Entertainment Music 05 Feb 2020 The nomadic jugalban ...

The nomadic jugalbandi

DECCAN CHRONICLE. | SEAN COLIN YOUNG
Published Feb 5, 2020, 1:03 am IST
Updated Feb 5, 2020, 1:03 am IST
The quartet recently enthralled audiences in the capital at Alliance Française de Delhi.
Rupam Ghosh and Antoine Marhem
 Rupam Ghosh and Antoine Marhem

The reason why the violin is one of the strongest instruments in an orchestra is because it is the closest to human voice. And the same is true for the group — Violin Nomads. The group was a result of an encounter between two violinists — Rupam Ghosh and Antoine Marhem. Later, vibraphonist Eric Navet and percussionist Antoine Morineau joined in. Together their work has the taal of Indian music with sophistication of eastern European music.

The quartet recently enthralled audiences in the capital at Alliance Française de Delhi. Rupam Ghosh talking about his love for violin says, “The pathos and romance that a violin can produce cannot be replicated by any other instrument.” While Indian and European music styles  are different, they do possess similarities.  

 

Though they have performed across the world, a sense of nervousness is still there. He explains further, “While playing with them (other members), it is hard to comprehend when to stop and start.” But on the other hand, he believes that nerves makes a performance stronger. He says, “If you don’t have the nerves, the desire to do better fades.” But French violinist, Antoine Marhem feels a different kind of energy. He adds, “I’m very excited to play! I’m happy to come on stage and see the audience experience our music.”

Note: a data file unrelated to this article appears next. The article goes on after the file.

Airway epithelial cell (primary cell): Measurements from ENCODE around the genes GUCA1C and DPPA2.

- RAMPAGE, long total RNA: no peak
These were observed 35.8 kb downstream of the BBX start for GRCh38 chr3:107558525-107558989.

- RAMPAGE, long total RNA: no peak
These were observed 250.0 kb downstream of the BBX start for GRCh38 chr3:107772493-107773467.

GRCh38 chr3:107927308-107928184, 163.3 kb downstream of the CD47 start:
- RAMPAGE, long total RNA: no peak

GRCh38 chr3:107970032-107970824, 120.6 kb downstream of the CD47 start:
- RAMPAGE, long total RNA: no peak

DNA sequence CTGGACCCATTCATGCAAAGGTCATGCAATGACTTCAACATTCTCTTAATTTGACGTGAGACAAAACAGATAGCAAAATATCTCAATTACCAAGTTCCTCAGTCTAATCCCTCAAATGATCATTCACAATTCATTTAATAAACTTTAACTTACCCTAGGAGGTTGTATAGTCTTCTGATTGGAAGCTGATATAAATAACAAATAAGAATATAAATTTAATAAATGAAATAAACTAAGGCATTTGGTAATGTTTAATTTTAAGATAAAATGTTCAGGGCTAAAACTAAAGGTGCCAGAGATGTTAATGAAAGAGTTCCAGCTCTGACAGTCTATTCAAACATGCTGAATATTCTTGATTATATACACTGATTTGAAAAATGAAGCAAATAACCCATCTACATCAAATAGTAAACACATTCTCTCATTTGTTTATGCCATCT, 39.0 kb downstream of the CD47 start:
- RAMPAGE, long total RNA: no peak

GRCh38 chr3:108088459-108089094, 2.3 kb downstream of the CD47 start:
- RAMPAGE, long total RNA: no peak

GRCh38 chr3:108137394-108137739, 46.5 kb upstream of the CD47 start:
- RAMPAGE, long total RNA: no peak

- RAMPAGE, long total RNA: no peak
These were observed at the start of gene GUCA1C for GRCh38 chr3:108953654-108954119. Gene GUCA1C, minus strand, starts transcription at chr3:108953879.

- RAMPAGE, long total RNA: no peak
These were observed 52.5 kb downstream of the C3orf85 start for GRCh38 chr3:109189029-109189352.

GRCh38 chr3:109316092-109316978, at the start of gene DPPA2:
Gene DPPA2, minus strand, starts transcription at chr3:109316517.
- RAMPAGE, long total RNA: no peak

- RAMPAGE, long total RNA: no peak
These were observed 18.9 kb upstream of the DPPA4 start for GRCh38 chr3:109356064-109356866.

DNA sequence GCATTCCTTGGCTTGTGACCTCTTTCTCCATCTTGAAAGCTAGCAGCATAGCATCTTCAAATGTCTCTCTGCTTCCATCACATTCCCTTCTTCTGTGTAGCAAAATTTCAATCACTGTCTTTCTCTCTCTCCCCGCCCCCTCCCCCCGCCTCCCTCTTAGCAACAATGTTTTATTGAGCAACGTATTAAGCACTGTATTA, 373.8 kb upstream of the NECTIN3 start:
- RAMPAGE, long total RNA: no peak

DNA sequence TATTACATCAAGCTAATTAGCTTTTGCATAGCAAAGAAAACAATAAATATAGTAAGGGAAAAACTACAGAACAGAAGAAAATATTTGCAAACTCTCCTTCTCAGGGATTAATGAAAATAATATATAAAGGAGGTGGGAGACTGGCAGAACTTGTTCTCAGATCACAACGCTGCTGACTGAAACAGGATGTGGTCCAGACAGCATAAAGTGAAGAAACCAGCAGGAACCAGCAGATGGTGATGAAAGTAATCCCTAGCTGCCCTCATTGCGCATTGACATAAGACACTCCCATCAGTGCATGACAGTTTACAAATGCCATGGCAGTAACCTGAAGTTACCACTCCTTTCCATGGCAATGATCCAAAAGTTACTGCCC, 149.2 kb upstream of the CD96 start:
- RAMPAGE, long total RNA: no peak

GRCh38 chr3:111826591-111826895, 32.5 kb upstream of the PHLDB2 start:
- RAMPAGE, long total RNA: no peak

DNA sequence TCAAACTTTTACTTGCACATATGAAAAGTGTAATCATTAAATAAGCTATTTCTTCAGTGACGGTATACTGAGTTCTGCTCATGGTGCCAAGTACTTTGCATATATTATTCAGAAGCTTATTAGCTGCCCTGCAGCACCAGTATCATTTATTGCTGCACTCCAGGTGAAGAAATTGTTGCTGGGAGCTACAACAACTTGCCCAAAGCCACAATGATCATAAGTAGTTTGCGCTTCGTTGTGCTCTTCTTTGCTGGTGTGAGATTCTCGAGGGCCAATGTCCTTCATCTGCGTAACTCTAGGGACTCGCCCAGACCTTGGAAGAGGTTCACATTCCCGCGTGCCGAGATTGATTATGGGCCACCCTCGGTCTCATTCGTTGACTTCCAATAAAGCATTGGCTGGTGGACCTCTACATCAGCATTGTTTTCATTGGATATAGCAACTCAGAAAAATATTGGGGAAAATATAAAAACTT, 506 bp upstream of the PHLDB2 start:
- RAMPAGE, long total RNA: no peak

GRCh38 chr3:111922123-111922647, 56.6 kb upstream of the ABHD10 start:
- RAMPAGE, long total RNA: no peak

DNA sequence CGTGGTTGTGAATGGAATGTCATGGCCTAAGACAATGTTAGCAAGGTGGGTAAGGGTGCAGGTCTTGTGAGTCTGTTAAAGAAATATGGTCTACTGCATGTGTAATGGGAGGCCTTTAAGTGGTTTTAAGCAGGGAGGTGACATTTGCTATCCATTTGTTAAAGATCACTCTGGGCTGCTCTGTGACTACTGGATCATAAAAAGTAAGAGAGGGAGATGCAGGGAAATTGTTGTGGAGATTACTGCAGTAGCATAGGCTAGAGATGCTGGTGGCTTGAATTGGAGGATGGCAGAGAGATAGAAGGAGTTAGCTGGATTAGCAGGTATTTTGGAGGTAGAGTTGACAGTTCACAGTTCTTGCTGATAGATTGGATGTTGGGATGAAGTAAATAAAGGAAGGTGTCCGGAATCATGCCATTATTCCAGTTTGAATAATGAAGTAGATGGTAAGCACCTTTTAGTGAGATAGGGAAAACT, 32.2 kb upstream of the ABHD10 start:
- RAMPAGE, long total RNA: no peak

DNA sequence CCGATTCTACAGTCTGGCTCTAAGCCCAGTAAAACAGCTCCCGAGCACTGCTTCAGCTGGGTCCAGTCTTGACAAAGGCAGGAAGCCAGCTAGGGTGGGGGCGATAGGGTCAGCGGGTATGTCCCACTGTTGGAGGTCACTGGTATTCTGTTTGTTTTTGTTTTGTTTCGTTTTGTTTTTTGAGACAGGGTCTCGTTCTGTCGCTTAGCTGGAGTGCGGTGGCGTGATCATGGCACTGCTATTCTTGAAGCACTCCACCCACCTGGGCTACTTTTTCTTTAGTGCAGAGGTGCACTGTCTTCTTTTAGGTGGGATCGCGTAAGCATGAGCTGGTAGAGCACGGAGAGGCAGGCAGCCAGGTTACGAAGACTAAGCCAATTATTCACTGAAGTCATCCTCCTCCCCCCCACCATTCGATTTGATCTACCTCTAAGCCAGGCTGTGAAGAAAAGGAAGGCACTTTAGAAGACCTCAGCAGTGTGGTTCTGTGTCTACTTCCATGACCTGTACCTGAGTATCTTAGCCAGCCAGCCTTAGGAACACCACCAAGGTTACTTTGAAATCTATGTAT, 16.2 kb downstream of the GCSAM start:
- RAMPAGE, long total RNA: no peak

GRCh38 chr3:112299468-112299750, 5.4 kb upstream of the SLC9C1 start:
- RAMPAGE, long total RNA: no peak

The singular effort of these two musicians is to bridge two worlds. He adds, “This is a journey for us that goes via Europe and comes to India.” But for Ghosh, performing in India can become daunting.  He explains, “We play the same music that we listen to. I know that if I make a mistake, people would catch it. But abroad, I don’t feel scared.” Marhem believes that performing in India is a different experience altogether. He expresses, “People in India listen to different kinds of music. The country as a whole is very spiritual and open-minded.

So what matters more — Audience loving the music or the artiste’s own happiness? Marhem opines that there has to be balance of both. He adds, “When I play at concerts, the public likes what I play. But I’m not very happy because I tell myself I can do better. But there have been times where only one thing that matters to him. For me it is important for the audience to be happy.”

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